'Curb Your Enthusiasm' Is Still in Limbo, But Larry David Is Back on HBO
Writer/actor Larry David speaks onstage at the 'Clear History' panel discussion during the HBO portion of the 2013 Summer Television Critics Association tour at the Beverly Hilton Hotel on July 25, 2013 -- Getty Images
Want to get a room full of TV journalists laughing? Invite Larry David to the party.
In a very entertaining half-hour Q&A during Thursday's Television Critics Association tour, David talked about the long-haired look he sports in his new HBO movie "Clear History" (airing August 10), the future of "Curb Your Enthusiasm," and a wide range of topics that had the normally stoic audience eating out of his hand.
First, the bad news: David is still not sure if he'll do another season of "Curb," which last aired on HBO in 2011. "I really don't know," he said when asked directly about a possible ninth season. "Ask me in six months." He later confessed he has trouble making up his mind: "I'm just an indecisive fella. You should see me at a restaurant."
We do have good news, though: David wrote and stars in "Clear History, " and having seen it, we can tell you it's more or less a 90-minute episode of "Curb." David plays a marketing exec who quits an electric-car start-up right before it hits it big, missing out on a billion-dollar payday. Ten years later, he runs into the company's CEO (Jon Hamm) and plots his revenge. It boasts a star-studded supporting cast (Hamm, Kate Hudson, Danny McBride, Bill Hader, Michael Keaton) and lots of the awkward social-etiquette cringe humor we've come to expect from David and "Curb."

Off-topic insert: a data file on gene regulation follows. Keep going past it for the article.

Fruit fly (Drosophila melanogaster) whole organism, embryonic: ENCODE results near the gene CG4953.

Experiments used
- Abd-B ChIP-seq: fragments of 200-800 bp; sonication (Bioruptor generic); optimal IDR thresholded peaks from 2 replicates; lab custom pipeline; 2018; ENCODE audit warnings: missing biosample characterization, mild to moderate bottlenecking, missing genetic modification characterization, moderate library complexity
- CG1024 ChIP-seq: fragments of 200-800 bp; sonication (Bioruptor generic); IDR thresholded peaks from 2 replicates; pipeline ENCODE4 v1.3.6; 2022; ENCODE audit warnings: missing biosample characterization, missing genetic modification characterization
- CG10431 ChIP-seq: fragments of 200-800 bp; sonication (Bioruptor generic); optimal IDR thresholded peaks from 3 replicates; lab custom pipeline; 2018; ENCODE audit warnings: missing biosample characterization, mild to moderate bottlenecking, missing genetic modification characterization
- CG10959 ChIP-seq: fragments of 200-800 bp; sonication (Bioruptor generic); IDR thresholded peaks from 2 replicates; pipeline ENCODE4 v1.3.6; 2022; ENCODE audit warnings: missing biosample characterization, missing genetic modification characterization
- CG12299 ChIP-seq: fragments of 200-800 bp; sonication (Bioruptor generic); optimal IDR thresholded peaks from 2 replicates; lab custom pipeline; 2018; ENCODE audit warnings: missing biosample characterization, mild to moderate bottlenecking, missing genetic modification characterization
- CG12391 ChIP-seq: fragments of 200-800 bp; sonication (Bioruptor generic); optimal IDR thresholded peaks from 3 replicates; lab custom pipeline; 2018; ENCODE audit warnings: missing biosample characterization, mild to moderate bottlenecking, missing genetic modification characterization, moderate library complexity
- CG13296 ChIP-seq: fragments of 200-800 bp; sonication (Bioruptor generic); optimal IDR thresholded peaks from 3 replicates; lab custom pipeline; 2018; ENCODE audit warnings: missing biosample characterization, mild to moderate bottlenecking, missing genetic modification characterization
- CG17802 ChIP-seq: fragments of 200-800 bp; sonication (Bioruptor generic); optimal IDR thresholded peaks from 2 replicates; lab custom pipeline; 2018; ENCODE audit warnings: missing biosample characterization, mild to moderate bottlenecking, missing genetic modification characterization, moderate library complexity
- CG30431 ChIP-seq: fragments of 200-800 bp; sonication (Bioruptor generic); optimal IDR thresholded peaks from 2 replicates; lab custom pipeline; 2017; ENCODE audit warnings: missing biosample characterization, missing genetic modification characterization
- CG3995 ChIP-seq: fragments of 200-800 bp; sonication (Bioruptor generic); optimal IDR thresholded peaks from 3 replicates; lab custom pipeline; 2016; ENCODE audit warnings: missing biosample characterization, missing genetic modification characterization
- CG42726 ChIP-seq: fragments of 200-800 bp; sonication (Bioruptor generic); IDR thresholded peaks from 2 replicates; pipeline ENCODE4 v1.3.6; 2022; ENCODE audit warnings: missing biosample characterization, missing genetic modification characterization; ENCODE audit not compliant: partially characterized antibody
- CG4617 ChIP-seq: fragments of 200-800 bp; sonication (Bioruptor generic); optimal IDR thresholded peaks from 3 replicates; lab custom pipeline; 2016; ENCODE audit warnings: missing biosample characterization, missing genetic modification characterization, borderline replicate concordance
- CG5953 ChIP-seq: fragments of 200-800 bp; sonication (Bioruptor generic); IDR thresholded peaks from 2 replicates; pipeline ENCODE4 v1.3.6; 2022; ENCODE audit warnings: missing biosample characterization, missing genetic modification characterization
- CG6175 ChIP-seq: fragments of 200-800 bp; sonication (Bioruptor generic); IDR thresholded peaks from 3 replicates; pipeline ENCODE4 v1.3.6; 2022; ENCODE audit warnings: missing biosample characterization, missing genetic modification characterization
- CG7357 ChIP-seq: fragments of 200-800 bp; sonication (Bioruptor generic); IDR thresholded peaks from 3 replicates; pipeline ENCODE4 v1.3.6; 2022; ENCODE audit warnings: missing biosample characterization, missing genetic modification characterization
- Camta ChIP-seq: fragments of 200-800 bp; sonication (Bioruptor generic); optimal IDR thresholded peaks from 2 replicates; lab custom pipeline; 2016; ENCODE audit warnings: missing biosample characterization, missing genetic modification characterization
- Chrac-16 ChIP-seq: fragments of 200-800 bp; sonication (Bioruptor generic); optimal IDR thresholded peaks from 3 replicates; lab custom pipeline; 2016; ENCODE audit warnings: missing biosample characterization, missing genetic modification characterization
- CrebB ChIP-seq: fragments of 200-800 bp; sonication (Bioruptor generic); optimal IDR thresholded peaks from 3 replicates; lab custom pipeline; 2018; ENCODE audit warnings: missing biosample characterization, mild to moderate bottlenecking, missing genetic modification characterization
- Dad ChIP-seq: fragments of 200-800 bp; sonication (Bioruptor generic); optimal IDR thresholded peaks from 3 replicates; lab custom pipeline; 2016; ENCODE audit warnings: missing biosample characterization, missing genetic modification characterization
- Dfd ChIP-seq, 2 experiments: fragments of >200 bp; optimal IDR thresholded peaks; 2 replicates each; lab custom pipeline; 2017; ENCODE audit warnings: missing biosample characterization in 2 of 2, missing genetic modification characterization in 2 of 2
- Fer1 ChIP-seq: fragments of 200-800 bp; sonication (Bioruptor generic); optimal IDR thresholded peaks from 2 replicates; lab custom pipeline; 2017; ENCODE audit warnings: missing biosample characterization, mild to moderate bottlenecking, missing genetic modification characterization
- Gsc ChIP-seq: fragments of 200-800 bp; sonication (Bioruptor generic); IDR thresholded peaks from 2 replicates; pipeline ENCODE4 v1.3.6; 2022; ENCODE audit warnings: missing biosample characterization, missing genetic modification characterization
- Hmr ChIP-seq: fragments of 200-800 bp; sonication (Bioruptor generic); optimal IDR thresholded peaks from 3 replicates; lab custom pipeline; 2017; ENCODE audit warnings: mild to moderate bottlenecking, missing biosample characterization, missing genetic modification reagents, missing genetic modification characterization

Watch the trailer for "Clear History" right here:
Here are just a few of the highlights from "Clear History's" TCA session:
- In the opening scenes of "Clear History," David is nearly unrecognizable with long hippie hair, no glasses, and a flowing beard. The drastic change was necessary so his character wouldn't be recognized ten years later, but David hated it: "The makeup was intolerable. To sit in that chair for an hour every morning to put that on, it felt like I had 10,000 insects on my head. I couldn’t stand it." Luckily for him, for the rest of the movie, he's the bald and bespectacled Larry we know and love.
- David knows a thing or two about turning his back on a lucrative franchise. As he reminded us, he did leave "Seinfeld" after Season 7, and even threatened to quit before the show hit the air: "I quit a couple of times, yeah. The show was hardly off the ground at that point." But he thinks he made the right decision in sticking with it: "I certainly wasn't making a lot of money doing stand-up. Or selling bras."